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Ji Xiang the architect as Jiangsu beats Shanghai Shenhua 5-1

Arrivederci Fabio Capello, Jiangsu Suning bid a boisterous buna to its very own Romanian revolution in the wake of Sunday’s 5-1 demolition of Shanghai Shenhua.

Expectations have mounted in Nanjing as Cosmin Olaroiu’s undefeated start as Jiangsu manager has continued, but even the most ardent fans, those who choose to spend home matches toiling semi-naked beneath the fluttering icon of Sun Yat Sen, couldn’t have foreseen such a convincing victory in the Yangtze River Derby.

By way of explanation, Shanghai might point to the inconvenience of an 16,000-km midweek jaunt to Sydney. Yet, with the likes of Freddy Guarin, goalkeeper Li Shuai, and Eddy Francis rested from the final game of Shenhua’s hapless sojourn in the AFC Champions League, the excuse is certainly a thin one.

While the contest was closer than the scoreline ultimately suggested, Jiangsu proved itself a clinical, robust outfit. Jiangsu’s goal in the seventh minute was a sign of the error strewn afternoon awaiting Shanghai with the shortest player on the pitch, Huang Zichang, meeting Ji Xiang’s corner utterly unopposed.

Wu Jingui’s side passes smartly and has pace to burn, but was undermined by the amount of time it afforded the Nanjingers in possession. Jiangsu’s second typified this malaise with Ji, enjoying a renaissance season now freed from defensive responsibilities, allowed time and space to pick out a darting run by Wu Xi into the box.

Midway through the half, Shanghai stabilized and found footing in the contest when Oscar Romero bent an inswinging cross onto the head of Rong Hao. Pressure continued to mount and were it not for Bai Jiajun’s puerile tackle on the edge of the area, Shanghai may well have entered halftime within touching distance. Instead, Ji dispatched the freekick and the game slipped away.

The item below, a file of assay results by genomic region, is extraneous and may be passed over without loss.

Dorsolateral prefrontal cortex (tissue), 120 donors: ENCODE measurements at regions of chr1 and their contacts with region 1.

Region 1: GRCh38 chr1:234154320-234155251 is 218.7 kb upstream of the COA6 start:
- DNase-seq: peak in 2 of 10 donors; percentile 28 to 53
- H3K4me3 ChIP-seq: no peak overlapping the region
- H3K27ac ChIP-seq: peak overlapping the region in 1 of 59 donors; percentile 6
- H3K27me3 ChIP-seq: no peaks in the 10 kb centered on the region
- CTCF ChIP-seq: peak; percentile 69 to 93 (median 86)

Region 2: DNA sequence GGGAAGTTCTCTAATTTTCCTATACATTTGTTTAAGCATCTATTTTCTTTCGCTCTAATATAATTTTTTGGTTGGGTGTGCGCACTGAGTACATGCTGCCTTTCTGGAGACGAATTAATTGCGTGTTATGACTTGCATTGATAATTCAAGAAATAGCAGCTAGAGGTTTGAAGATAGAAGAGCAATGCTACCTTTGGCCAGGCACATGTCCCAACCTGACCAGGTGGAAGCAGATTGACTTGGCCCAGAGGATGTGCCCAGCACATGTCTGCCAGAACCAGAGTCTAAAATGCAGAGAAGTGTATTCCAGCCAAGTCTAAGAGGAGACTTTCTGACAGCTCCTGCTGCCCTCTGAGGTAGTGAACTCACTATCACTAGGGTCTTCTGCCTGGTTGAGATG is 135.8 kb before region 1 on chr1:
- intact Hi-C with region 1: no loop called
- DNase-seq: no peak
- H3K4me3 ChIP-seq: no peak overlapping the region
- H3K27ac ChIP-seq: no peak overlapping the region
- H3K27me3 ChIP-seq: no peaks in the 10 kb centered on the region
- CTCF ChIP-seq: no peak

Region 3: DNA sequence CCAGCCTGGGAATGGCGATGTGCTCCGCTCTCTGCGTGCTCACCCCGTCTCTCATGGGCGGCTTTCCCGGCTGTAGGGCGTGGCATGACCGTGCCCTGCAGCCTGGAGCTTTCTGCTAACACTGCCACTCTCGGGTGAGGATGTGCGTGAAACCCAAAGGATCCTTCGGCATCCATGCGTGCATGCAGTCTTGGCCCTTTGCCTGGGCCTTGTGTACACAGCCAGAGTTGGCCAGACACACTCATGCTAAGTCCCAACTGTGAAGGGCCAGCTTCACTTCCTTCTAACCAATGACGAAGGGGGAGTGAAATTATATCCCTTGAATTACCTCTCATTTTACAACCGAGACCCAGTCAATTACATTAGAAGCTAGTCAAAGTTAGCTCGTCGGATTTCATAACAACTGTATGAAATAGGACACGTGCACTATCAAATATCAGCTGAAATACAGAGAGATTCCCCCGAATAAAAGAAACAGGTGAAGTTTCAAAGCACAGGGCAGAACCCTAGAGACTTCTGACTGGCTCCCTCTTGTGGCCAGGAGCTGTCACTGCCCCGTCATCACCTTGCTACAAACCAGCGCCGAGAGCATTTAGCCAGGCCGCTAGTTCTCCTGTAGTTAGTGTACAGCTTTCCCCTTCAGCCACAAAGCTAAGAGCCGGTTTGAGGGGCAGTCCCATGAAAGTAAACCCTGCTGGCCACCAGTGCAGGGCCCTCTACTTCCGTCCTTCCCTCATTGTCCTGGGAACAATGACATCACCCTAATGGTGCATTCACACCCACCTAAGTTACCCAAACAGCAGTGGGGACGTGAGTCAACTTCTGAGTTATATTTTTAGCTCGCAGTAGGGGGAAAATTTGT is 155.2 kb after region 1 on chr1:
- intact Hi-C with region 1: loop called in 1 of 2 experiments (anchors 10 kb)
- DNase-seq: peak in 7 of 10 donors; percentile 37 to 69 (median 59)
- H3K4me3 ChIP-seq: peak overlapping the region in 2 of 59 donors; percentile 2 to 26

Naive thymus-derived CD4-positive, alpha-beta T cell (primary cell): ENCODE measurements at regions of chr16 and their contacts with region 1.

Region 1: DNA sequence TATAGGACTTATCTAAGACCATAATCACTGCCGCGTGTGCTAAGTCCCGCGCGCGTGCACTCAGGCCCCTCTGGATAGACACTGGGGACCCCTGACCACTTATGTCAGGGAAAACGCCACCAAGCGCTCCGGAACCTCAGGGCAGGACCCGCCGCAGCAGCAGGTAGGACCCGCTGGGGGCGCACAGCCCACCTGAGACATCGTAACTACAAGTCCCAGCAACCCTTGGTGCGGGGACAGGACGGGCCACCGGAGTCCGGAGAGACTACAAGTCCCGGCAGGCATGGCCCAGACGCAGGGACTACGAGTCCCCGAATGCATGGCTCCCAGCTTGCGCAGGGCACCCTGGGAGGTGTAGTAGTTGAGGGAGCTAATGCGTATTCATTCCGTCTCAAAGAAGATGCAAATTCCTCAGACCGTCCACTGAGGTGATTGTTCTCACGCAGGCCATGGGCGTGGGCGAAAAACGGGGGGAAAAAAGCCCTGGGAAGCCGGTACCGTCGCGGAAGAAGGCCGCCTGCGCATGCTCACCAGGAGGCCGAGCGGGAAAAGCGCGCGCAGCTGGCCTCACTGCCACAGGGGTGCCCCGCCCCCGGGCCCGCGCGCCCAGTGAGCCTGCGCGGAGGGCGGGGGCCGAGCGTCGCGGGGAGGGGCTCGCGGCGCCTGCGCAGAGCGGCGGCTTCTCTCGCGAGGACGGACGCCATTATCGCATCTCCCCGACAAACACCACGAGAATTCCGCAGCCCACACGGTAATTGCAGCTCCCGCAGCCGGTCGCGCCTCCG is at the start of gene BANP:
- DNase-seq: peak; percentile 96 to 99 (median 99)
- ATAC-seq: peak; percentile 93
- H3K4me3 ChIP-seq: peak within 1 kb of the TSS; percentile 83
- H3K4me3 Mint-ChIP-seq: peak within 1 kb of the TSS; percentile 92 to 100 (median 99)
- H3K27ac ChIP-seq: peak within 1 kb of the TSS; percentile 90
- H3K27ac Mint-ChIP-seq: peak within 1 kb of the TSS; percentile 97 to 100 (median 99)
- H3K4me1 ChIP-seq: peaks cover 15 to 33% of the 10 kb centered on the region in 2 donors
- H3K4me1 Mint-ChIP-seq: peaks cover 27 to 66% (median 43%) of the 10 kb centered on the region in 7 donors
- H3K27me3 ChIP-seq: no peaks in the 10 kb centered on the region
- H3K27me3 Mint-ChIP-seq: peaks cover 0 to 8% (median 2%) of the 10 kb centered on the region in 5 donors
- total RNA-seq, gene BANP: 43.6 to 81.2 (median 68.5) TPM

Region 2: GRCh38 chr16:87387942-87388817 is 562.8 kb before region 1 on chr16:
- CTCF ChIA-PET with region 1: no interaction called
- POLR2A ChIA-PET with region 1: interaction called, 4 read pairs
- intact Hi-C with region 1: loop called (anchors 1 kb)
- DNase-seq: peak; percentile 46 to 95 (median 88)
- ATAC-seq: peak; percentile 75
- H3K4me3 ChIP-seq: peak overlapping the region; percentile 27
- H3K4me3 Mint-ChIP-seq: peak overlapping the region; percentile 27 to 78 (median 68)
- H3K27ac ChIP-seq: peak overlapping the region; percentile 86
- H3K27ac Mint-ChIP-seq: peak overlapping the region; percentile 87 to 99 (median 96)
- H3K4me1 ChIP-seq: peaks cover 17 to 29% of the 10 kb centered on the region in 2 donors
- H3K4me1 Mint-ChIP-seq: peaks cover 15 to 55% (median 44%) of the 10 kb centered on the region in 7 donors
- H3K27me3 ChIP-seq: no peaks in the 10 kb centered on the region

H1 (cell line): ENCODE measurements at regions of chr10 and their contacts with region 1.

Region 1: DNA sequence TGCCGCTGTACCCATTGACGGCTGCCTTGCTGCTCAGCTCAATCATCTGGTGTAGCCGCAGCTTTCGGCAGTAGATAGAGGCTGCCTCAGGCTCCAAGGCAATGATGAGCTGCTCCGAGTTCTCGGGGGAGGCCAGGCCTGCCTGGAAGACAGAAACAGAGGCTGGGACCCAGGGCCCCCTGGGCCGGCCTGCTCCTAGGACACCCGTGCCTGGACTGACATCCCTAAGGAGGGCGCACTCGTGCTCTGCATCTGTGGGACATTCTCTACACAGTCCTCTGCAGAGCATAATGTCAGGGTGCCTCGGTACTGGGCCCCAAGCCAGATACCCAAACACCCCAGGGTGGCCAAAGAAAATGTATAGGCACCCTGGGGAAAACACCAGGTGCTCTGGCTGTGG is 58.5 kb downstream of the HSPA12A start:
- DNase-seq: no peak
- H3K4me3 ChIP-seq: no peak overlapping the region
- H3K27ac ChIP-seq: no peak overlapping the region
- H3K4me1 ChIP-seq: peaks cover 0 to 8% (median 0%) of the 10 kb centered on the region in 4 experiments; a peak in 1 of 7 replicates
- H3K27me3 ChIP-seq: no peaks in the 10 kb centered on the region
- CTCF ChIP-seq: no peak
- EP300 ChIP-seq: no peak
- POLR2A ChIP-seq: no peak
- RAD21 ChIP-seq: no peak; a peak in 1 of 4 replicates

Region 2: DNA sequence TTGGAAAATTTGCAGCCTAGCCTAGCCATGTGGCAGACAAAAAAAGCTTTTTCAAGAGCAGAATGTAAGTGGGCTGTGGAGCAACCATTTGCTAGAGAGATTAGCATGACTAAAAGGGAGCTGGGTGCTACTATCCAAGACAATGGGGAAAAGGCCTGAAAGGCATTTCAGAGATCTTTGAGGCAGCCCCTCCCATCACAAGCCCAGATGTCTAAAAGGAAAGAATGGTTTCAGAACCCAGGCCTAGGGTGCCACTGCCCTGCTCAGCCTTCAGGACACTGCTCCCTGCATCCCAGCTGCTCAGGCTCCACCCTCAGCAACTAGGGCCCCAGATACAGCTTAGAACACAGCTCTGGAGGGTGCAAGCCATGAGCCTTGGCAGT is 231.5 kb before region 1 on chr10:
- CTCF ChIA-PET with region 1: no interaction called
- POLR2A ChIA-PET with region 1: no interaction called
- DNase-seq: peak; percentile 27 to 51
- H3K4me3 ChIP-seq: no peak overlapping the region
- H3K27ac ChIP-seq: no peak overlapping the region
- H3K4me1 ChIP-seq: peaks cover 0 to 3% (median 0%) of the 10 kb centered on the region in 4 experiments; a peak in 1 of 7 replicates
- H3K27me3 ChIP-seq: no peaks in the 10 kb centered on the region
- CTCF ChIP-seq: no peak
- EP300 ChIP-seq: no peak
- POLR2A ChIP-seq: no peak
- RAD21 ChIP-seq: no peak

If Olaroiu had been pleased by the first half performance, the second must have been a sumptuous delight, the type a manager dreams up while peering through motorway sleet on a slow-moving team coach. Smelling capitulation, Jiangsu’s eagerness in the tackle grew in step with Shanghai’s slack marking and the side’s fourth evidenced vision, and cutting-edge. Ji burst through midfield with a drop of the shoulder, passed to Wu with the captain immediately flicking the ball into the path of Xie Pengfei who fired home resolutely.

In the run up to the game, there were murmurs of Jiangsu fans concocting a giant tifo to decorate the derby game, and there, moments before the big game with television cameras panning and shortsighted fans squinting, it was; a white-collar worker ripping of his shirt to reveal “This Is My Stage” proclaimed on the blue of a Jiangsu strip.

In truth, the Nanjing Olympic Sports Centre has seemed an odd home at times recently, a shiny beast that is dusty and unloved on the inside, a ground that seemed cavernous and unappealing at the tail end of 2017 as Jiangsu flirted with a stint in China League One. Yet on that fine April evening with Ji delivering yet another pinpoint cross and the home side extending its lead to four goals through Li Ang’s composed volley, the tifo seemed to fit, at least for a while.

Inhabits Beijing. Consumes football. Runs marathons.

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